I think John Grisham’ Sycamore Row  was a worthy winner of the prize, because this book despite its length and the very serious and important subject matter was an easy read.      

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Comments
  1. So glad you liked this one, Norman. It is indeed an impressive read. I’m glad you mentioned Bill’s blog too, as it’s a very crime fiction blog. Like your own, it’s one of my must-reads.

  2. I’ve always been slightly too intimidated to pick up a John Grisham book but your review of this particular book has changed my mind. It sounds like it manages to probe a serious issue and at the same time be an entertaining read. Thanks you!

  3. Bill Selnes says:

    Norman: Thanks for the kind personal words and mention of my blog. I appreciate them.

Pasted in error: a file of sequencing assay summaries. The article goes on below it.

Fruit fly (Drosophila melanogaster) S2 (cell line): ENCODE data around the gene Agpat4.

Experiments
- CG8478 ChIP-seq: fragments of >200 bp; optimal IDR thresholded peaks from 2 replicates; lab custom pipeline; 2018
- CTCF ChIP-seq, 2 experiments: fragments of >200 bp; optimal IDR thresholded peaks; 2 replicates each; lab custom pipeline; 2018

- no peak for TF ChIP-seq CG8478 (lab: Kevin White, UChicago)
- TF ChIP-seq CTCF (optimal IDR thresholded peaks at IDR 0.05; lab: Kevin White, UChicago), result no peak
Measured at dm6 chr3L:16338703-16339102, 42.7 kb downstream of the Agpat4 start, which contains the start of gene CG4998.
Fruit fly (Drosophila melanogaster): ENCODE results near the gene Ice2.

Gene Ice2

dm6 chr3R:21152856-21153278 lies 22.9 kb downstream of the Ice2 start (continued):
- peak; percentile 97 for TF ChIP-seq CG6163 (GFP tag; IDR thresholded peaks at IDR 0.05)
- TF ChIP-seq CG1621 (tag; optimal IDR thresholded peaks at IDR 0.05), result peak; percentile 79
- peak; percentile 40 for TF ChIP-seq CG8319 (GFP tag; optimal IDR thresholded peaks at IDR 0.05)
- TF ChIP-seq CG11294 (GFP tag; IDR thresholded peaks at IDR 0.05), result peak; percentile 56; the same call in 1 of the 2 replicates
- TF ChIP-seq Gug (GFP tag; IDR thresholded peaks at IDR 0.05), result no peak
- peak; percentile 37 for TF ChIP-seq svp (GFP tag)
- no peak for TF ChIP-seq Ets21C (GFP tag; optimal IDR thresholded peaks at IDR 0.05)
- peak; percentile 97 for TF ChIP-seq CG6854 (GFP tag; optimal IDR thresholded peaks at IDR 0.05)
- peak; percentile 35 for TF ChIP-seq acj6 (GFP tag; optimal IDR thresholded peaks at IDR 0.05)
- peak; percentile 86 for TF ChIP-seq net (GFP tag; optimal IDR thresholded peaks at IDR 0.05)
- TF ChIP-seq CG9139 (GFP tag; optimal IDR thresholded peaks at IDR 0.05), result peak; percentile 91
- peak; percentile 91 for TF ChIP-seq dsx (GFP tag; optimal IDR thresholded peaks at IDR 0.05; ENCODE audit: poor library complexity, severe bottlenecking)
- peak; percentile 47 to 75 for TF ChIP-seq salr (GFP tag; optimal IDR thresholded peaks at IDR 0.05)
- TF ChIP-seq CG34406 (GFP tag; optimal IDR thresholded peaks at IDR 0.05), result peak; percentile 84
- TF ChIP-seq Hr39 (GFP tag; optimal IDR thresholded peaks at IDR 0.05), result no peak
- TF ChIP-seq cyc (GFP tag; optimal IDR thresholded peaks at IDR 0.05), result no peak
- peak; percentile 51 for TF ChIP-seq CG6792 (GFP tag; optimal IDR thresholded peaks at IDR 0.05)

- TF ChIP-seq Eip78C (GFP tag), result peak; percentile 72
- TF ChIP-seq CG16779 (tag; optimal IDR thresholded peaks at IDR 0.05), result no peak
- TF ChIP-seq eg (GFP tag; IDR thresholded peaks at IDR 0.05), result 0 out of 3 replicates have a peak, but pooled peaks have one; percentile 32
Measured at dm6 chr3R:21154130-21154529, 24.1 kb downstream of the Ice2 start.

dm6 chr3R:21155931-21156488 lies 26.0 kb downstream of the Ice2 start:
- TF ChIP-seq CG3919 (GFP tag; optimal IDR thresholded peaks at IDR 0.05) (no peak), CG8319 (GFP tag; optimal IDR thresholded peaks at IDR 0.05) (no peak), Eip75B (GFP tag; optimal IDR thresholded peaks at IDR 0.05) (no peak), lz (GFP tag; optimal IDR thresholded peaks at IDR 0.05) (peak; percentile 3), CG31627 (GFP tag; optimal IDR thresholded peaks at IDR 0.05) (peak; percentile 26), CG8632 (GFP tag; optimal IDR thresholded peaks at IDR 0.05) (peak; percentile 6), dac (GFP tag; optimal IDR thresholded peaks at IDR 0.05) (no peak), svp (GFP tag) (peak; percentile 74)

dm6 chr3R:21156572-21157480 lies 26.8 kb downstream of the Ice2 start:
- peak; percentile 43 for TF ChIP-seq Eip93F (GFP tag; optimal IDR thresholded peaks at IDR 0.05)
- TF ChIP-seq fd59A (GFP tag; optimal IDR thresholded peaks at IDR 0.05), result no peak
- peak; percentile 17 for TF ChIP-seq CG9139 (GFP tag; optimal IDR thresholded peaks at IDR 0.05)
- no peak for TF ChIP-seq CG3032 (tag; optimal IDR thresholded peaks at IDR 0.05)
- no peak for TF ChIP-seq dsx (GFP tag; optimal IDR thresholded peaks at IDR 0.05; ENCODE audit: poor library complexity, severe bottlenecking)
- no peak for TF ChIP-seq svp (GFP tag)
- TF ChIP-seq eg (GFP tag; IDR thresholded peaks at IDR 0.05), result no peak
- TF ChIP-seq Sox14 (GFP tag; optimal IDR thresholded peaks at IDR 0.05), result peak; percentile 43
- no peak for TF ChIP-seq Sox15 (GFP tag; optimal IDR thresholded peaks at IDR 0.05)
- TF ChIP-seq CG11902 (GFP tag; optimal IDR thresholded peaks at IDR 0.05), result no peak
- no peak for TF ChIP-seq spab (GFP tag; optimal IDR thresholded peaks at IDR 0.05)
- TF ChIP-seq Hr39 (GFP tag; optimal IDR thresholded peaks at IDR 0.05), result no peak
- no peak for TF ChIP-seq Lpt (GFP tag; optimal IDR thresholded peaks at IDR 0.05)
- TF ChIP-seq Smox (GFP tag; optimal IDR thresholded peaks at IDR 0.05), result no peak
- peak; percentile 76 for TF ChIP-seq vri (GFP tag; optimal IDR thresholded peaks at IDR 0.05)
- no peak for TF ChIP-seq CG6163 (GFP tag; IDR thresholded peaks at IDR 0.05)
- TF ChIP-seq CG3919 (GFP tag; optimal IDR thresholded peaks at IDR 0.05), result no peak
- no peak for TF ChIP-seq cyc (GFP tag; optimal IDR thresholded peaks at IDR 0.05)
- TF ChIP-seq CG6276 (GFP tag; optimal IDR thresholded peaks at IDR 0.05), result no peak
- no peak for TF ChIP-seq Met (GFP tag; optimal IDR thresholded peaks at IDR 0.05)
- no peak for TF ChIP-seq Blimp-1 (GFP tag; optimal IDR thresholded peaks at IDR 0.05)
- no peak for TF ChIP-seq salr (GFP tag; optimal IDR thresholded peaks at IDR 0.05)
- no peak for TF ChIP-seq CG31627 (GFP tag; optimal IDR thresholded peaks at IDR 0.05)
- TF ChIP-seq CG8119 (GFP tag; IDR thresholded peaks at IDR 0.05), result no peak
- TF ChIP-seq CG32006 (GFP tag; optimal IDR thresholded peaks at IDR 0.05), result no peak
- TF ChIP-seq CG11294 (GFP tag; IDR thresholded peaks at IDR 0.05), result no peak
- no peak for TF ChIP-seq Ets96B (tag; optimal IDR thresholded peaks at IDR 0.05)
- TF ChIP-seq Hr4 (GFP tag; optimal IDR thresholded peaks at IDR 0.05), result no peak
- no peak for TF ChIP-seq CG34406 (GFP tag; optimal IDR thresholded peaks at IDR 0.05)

I am glad you enjoyed Sycamore Row. I think Grisham is at his best when he is telling a story set in the Deep South where he grew up and practised as a lawyer.

    • Norman Price says:

      Bill have the Paul Goldstein winner from last year on order thanks to your blog. I feel certain that I will enjoy a book if it has been recommended by bloggers whose opinions I respect.

  4. kathy d. says:

    I’m so glad you liked this book. I picked it up, began reading and could not put it down until I reluctantly turned the last page. It was a book I couldn’t wait to return to whenever I had other things to do or places to go.
    Yes, I did figure out why Seth left most of his funds to Lettie Lang pretty early in the book. But that didn’t ruin it for me at all. I enjoyed the read, the characters (something Grisham excels at is his characters), the humor and the story.